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Using a corpus to test a model of speech and thought presentation.

Research output: Contribution to Journal/MagazineJournal articlepeer-review

<mark>Journal publication date</mark>1997
Issue number1
Number of pages27
Pages (from-to)17-43
Publication StatusPublished
<mark>Original language</mark>English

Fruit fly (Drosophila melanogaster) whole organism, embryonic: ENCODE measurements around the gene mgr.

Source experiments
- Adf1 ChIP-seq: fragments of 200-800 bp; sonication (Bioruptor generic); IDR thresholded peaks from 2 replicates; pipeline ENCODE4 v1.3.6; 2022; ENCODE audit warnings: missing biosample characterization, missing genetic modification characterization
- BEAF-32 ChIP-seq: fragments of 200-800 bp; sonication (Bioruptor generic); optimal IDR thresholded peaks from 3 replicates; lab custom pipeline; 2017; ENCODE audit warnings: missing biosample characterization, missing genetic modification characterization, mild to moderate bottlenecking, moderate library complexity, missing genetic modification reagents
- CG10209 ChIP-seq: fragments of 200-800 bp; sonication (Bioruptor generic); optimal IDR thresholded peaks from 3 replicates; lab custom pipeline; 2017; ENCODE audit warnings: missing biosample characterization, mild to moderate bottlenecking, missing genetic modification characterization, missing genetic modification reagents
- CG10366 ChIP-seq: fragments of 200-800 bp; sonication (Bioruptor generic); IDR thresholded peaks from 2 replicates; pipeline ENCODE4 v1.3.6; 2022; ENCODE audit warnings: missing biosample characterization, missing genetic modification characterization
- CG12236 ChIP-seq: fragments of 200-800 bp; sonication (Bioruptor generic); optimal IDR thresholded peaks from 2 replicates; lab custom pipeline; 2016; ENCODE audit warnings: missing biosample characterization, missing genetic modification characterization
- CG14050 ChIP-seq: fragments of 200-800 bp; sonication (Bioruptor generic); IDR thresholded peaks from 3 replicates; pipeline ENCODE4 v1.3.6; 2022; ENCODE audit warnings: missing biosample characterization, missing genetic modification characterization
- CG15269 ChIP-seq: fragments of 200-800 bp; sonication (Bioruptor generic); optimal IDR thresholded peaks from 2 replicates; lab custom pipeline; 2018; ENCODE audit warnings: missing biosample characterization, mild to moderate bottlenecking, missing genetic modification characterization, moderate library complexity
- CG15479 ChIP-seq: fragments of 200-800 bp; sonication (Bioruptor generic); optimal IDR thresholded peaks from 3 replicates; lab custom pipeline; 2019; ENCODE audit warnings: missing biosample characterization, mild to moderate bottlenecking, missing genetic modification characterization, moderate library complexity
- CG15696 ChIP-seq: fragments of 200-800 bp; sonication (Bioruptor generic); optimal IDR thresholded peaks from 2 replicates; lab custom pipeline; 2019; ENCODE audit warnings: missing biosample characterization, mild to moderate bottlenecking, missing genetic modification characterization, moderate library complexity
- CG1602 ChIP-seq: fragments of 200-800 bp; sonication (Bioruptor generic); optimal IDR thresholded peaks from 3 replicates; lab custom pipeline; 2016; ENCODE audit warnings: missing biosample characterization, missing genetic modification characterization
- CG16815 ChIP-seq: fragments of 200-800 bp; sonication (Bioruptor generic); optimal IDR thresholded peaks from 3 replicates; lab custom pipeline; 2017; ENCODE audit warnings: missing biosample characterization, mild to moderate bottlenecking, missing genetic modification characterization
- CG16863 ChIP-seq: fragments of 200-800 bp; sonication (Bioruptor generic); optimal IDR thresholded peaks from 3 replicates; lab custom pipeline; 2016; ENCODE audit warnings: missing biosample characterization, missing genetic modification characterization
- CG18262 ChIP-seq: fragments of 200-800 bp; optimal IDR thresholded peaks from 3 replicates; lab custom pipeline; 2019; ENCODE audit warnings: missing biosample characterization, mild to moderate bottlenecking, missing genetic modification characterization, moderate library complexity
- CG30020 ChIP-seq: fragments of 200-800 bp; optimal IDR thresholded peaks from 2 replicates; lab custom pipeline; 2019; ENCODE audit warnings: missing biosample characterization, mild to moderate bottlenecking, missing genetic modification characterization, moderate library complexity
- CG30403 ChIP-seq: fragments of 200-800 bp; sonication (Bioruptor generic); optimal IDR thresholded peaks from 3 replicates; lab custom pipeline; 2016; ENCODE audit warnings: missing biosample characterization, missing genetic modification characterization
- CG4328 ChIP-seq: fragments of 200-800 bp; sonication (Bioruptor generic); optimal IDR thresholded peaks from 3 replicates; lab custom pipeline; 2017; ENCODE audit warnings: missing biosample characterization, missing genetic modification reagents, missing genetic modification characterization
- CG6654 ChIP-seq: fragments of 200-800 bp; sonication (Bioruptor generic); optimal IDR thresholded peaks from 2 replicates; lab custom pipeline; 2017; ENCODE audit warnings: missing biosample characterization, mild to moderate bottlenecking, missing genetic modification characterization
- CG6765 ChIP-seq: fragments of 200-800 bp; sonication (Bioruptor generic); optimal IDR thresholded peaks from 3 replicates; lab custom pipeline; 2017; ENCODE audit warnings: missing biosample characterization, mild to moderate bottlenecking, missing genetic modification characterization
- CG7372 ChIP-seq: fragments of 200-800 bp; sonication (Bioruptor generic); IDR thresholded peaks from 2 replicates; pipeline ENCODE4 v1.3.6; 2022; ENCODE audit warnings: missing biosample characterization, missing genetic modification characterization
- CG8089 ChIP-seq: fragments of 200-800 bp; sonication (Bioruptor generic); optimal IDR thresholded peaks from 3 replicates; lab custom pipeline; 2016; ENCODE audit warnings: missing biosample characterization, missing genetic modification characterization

This paper reports on a text-based empirical project aimed at testing and refining Leech and Short's (1981) model of speech and thought presentation. A balanced British English corpus consisting of twentieth-century prose fiction and contemporary press stories was tagged using Leech and Short's categories of speech and thought presentation as a starting point. The tagging of the corpus led to the introduction of two new categories (the narrator's report of voice and the narration of internal states), and a number of sub-types of existing categories. We define and exemplify the new categories and sub-categories, indicate their frequencies in our data, and explore their effects in different text-types. We also discuss the coding difficulties posed by anibiguities and overlaps between categories, and consider the implications of such problems and other factors for the claim that the boundaries between speech and thought presentation categories are clinal in nature. Although our research reveals a wealth of evidence to support the idea that the speech and thought presentation scale is a cline rather than a series of discrete categories, it also suggests that some category boundaries (especially those at the direct/free indirect boundary) are less clinal than others.